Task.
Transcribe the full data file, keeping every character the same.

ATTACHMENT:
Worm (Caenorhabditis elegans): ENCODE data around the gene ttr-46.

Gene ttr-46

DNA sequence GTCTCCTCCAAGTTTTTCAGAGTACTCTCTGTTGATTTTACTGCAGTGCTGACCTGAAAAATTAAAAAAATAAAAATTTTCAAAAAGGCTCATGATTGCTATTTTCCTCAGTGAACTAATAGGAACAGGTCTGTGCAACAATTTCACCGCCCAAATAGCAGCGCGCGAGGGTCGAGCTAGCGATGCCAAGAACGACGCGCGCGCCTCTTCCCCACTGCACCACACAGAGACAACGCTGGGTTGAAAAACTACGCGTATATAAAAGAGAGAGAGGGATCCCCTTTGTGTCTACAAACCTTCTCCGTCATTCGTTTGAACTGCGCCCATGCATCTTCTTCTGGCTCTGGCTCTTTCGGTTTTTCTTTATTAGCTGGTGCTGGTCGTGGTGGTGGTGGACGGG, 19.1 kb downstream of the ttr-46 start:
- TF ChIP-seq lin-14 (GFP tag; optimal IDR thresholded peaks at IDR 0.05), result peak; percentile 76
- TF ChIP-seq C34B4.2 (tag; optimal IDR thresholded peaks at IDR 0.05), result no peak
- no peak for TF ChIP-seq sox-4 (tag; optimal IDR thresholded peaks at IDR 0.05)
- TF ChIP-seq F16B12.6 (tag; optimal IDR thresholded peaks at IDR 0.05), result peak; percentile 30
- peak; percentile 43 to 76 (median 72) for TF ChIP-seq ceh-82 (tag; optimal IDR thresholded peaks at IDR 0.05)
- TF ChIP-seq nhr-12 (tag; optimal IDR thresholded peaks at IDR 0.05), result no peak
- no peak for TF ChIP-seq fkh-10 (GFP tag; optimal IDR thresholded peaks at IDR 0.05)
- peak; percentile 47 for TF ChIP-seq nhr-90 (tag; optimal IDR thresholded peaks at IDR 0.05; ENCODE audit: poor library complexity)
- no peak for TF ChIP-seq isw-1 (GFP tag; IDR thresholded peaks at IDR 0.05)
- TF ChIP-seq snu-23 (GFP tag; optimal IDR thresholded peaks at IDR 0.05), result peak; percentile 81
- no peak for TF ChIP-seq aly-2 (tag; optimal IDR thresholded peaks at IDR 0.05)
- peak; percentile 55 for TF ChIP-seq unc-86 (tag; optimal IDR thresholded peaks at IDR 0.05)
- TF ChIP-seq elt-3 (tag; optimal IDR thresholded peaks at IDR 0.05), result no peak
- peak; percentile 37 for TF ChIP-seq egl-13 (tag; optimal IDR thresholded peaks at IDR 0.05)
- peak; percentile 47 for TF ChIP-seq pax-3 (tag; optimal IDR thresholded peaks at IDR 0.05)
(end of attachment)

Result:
Worm (Caenorhabditis elegans): ENCODE data around the gene ttr-46.

Gene ttr-46

DNA sequence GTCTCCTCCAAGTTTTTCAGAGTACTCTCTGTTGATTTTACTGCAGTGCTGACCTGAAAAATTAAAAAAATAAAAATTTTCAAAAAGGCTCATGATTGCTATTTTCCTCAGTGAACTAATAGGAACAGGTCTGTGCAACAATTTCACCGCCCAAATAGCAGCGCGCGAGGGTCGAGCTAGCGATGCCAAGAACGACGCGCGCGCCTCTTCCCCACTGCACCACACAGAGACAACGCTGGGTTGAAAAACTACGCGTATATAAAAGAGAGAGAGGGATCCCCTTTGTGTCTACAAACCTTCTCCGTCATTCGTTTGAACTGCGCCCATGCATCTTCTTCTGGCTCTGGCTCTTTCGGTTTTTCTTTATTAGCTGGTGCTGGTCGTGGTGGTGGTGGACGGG, 19.1 kb downstream of the ttr-46 start:
- TF ChIP-seq lin-14 (GFP tag; optimal IDR thresholded peaks at IDR 0.05), result peak; percentile 76
- TF ChIP-seq C34B4.2 (tag; optimal IDR thresholded peaks at IDR 0.05), result no peak
- no peak for TF ChIP-seq sox-4 (tag; optimal IDR thresholded peaks at IDR 0.05)
- TF ChIP-seq F16B12.6 (tag; optimal IDR thresholded peaks at IDR 0.05), result peak; percentile 30
- peak; percentile 43 to 76 (median 72) for TF ChIP-seq ceh-82 (tag; optimal IDR thresholded peaks at IDR 0.05)
- TF ChIP-seq nhr-12 (tag; optimal IDR thresholded peaks at IDR 0.05), result no peak
- no peak for TF ChIP-seq fkh-10 (GFP tag; optimal IDR thresholded peaks at IDR 0.05)
- peak; percentile 47 for TF ChIP-seq nhr-90 (tag; optimal IDR thresholded peaks at IDR 0.05; ENCODE audit: poor library complexity)
- no peak for TF ChIP-seq isw-1 (GFP tag; IDR thresholded peaks at IDR 0.05)
- TF ChIP-seq snu-23 (GFP tag; optimal IDR thresholded peaks at IDR 0.05), result peak; percentile 81
- no peak for TF ChIP-seq aly-2 (tag; optimal IDR thresholded peaks at IDR 0.05)
- peak; percentile 55 for TF ChIP-seq unc-86 (tag; optimal IDR thresholded peaks at IDR 0.05)
- TF ChIP-seq elt-3 (tag; optimal IDR thresholded peaks at IDR 0.05), result no peak
- peak; percentile 37 for TF ChIP-seq egl-13 (tag; optimal IDR thresholded peaks at IDR 0.05)
- peak; percentile 47 for TF ChIP-seq pax-3 (tag; optimal IDR thresholded peaks at IDR 0.05)